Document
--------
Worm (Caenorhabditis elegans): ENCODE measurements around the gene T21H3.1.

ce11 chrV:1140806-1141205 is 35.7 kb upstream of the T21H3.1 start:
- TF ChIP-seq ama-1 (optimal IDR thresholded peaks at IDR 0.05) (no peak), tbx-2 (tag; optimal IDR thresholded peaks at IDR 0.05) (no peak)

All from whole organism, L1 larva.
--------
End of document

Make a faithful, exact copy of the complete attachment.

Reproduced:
Worm (Caenorhabditis elegans): ENCODE measurements around the gene T21H3.1.

ce11 chrV:1140806-1141205 is 35.7 kb upstream of the T21H3.1 start:
- TF ChIP-seq ama-1 (optimal IDR thresholded peaks at IDR 0.05) (no peak), tbx-2 (tag; optimal IDR thresholded peaks at IDR 0.05) (no peak)

All from whole organism, L1 larva.